Task Force: Don't Screen Men Over 75 for Prostate Cancer

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Public Health - October 2008  


Tex Med . 2008;104(10):45-46.  

By  Crystal Conde
Associate Editor  

The U.S. Preventive Services Task Force recommends not screening men 75 and older for prostate cancer and adds that younger men should discuss the benefits and harms of the prostate-specific antigen (PSA) test with clinicians before being tested. The recommendation and accompanying evidence summary appear in the Aug. 5 issue of the Annals of Internal Medicine .

The task force found evidence that screening for prostate cancer provided few health benefits but led to substantial physical harm and some psychological harm in men 75 and older. In men younger than 75, the task force concluded that current evidence is insufficient to assess the balance of benefits and harms of prostate cancer screening. An estimated 218,890 U.S. men were diagnosed with prostate cancer in 2007, and one in six men will be diagnosed in his lifetime.

Screening for prostate cancer is usually performed using PSA tests and digital rectal exams. The PSA test is more likely to detect prostate cancer than the digital rectal exam.

However, prostate cancers found with a PSA test take years to affect health; most prostate cancers that grow serious enough to cause death take more than 10 years to do so. Because a 75-year-old man has an average life expectancy of about 10 years and is more likely to die from other causes such as heart disease or stroke, prostate cancer screening is unlikely to help men older than 75 live longer.

For the same reasons, men younger than 75 with chronic medical problems and a life expectancy of fewer than 10 years are also unlikely to benefit from screening. Harmful effects of the screening include biopsies, unnecessary treatment, and false-positive results that may lead to anxiety.

In addition, complications often result from treating prostate cancer and may include urinary incontinence and impotence. These slow-growing cancers may never have affected a patient's health or well-being if screening had not detected them.

"Because many prostate cancers grow slowly, early detection may not benefit a patient's health and in some cases may even cause harm," said Task Force Chair Ned Calonge, MD, MPH, also chief medical officer for the Colorado Department of Public Health and Environment. "We encourage men younger than 75 to discuss with their clinicians the potential - but uncertain - benefits and the possible harms of getting the PSA test before they decide to be screened."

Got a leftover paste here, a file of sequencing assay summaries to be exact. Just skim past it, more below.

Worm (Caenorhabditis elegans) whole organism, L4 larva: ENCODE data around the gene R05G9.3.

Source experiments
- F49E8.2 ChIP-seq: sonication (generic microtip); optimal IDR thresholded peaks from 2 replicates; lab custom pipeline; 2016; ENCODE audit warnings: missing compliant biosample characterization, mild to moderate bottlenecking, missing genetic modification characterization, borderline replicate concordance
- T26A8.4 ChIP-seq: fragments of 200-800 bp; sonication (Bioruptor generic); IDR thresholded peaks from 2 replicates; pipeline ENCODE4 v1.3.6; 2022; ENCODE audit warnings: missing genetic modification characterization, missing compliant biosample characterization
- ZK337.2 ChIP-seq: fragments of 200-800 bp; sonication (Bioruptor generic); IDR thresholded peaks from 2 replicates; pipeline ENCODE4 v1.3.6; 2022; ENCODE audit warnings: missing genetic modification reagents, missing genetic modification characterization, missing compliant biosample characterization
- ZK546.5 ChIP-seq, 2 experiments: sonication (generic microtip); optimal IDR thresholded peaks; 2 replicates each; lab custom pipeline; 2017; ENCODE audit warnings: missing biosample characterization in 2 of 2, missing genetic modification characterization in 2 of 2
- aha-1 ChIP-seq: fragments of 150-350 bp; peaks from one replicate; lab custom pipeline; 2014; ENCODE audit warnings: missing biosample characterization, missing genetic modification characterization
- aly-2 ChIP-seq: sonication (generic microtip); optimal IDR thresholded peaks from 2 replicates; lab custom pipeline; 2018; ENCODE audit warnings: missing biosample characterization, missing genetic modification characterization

Current data show that one-third of all men in the United States older than 75 receive PSA testing. Although most major medical organizations suggest that prostate cancer screening may be discontinued in men with a life expectancy of fewer than 10 years, the task force is the first group to define an age cutoff above which screening is likely to be ineffective or harmful.

The results of two ongoing clinical trials - the National Cancer Institute's Prostate, Lung, Colorectal and Ovarian Cancer Screening Trial and the European Study of Screening for Prostate Cancer - should help clarify the potential benefits of screening in men younger than 75.

The task force, supported by the Agency for Healthcare Research and Quality (AHRQ), assesses scientific evidence for the effectiveness of a broad range of clinical preventive services, including screening, counseling, and preventive medications.

The recommendations and materials for clinicians are available on the AHRQ Web site at  www.ahrq.gov/clinic/uspstf/uspsprca.htm . For men diagnosed with prostate cancer, AHRQ has two new guides that compare the effectiveness and risks of prostate cancer treatments. More information about the guides is available at www.effectivehealthcare.ahrq.gov .

Crystal Conde can be reached at (800) 880-1300, ext. 1385, or (512) 370-1385; by fax at (512) 370-1629; or by email at  Crystal Conde .  



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